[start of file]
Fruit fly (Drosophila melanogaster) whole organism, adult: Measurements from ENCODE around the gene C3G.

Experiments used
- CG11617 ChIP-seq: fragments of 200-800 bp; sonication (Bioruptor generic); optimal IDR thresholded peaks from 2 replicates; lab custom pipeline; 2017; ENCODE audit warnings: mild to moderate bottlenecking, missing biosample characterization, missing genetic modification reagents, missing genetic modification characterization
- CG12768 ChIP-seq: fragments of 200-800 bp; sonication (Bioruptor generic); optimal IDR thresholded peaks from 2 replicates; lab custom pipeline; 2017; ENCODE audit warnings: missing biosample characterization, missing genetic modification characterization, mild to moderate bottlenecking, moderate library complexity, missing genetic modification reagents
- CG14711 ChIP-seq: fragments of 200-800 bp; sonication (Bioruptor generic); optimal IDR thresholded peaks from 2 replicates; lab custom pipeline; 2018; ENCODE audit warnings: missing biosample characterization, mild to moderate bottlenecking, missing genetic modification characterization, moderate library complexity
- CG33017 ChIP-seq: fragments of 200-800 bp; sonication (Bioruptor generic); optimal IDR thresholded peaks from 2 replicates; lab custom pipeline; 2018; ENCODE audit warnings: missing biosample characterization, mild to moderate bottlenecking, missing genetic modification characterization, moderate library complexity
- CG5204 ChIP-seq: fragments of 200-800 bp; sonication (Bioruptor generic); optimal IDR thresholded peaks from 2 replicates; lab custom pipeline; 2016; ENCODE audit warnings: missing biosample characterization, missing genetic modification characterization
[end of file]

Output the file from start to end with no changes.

Fruit fly (Drosophila melanogaster) whole organism, adult: Measurements from ENCODE around the gene C3G.

Experiments used
- CG11617 ChIP-seq: fragments of 200-800 bp; sonication (Bioruptor generic); optimal IDR thresholded peaks from 2 replicates; lab custom pipeline; 2017; ENCODE audit warnings: mild to moderate bottlenecking, missing biosample characterization, missing genetic modification reagents, missing genetic modification characterization
- CG12768 ChIP-seq: fragments of 200-800 bp; sonication (Bioruptor generic); optimal IDR thresholded peaks from 2 replicates; lab custom pipeline; 2017; ENCODE audit warnings: missing biosample characterization, missing genetic modification characterization, mild to moderate bottlenecking, moderate library complexity, missing genetic modification reagents
- CG14711 ChIP-seq: fragments of 200-800 bp; sonication (Bioruptor generic); optimal IDR thresholded peaks from 2 replicates; lab custom pipeline; 2018; ENCODE audit warnings: missing biosample characterization, mild to moderate bottlenecking, missing genetic modification characterization, moderate library complexity
- CG33017 ChIP-seq: fragments of 200-800 bp; sonication (Bioruptor generic); optimal IDR thresholded peaks from 2 replicates; lab custom pipeline; 2018; ENCODE audit warnings: missing biosample characterization, mild to moderate bottlenecking, missing genetic modification characterization, moderate library complexity
- CG5204 ChIP-seq: fragments of 200-800 bp; sonication (Bioruptor generic); optimal IDR thresholded peaks from 2 replicates; lab custom pipeline; 2016; ENCODE audit warnings: missing biosample characterization, missing genetic modification characterization